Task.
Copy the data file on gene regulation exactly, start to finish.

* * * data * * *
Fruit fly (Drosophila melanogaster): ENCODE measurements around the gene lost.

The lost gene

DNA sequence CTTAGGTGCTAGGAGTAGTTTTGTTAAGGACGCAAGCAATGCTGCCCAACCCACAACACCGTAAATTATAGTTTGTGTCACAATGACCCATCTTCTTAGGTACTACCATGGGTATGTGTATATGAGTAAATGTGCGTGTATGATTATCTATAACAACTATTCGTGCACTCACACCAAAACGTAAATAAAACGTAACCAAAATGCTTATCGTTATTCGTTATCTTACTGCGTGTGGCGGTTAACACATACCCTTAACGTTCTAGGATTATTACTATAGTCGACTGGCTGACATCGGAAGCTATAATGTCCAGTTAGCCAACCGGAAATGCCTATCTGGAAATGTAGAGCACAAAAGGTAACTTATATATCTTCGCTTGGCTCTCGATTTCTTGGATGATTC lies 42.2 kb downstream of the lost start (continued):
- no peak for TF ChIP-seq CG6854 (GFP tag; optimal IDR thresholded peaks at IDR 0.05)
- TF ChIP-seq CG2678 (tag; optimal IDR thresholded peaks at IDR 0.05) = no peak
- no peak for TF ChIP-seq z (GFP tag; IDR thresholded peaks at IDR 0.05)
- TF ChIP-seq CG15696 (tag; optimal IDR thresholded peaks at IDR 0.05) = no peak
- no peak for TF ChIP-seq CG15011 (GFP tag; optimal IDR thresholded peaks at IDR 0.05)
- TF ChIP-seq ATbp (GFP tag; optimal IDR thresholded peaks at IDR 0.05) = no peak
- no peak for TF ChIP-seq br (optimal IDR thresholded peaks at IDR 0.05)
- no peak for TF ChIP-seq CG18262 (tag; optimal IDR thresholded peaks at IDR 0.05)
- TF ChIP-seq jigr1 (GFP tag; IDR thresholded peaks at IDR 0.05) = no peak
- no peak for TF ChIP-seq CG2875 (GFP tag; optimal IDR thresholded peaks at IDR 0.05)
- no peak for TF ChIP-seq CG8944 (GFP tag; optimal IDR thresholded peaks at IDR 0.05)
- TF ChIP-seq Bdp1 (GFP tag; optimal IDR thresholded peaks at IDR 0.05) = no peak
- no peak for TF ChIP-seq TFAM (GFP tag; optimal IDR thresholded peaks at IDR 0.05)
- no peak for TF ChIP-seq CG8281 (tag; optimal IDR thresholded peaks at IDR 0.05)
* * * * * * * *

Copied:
Fruit fly (Drosophila melanogaster): ENCODE measurements around the gene lost.

The lost gene

DNA sequence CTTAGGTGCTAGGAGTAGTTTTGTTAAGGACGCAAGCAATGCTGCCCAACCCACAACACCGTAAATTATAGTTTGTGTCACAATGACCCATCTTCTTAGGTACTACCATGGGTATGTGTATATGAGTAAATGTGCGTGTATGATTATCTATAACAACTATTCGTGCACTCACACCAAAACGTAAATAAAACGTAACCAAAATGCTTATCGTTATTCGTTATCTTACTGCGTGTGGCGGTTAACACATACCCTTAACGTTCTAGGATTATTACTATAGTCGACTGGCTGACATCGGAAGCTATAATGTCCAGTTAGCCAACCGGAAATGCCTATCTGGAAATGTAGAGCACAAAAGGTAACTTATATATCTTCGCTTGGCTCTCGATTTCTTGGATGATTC lies 42.2 kb downstream of the lost start (continued):
- no peak for TF ChIP-seq CG6854 (GFP tag; optimal IDR thresholded peaks at IDR 0.05)
- TF ChIP-seq CG2678 (tag; optimal IDR thresholded peaks at IDR 0.05) = no peak
- no peak for TF ChIP-seq z (GFP tag; IDR thresholded peaks at IDR 0.05)
- TF ChIP-seq CG15696 (tag; optimal IDR thresholded peaks at IDR 0.05) = no peak
- no peak for TF ChIP-seq CG15011 (GFP tag; optimal IDR thresholded peaks at IDR 0.05)
- TF ChIP-seq ATbp (GFP tag; optimal IDR thresholded peaks at IDR 0.05) = no peak
- no peak for TF ChIP-seq br (optimal IDR thresholded peaks at IDR 0.05)
- no peak for TF ChIP-seq CG18262 (tag; optimal IDR thresholded peaks at IDR 0.05)
- TF ChIP-seq jigr1 (GFP tag; IDR thresholded peaks at IDR 0.05) = no peak
- no peak for TF ChIP-seq CG2875 (GFP tag; optimal IDR thresholded peaks at IDR 0.05)
- no peak for TF ChIP-seq CG8944 (GFP tag; optimal IDR thresholded peaks at IDR 0.05)
- TF ChIP-seq Bdp1 (GFP tag; optimal IDR thresholded peaks at IDR 0.05) = no peak
- no peak for TF ChIP-seq TFAM (GFP tag; optimal IDR thresholded peaks at IDR 0.05)
- no peak for TF ChIP-seq CG8281 (tag; optimal IDR thresholded peaks at IDR 0.05)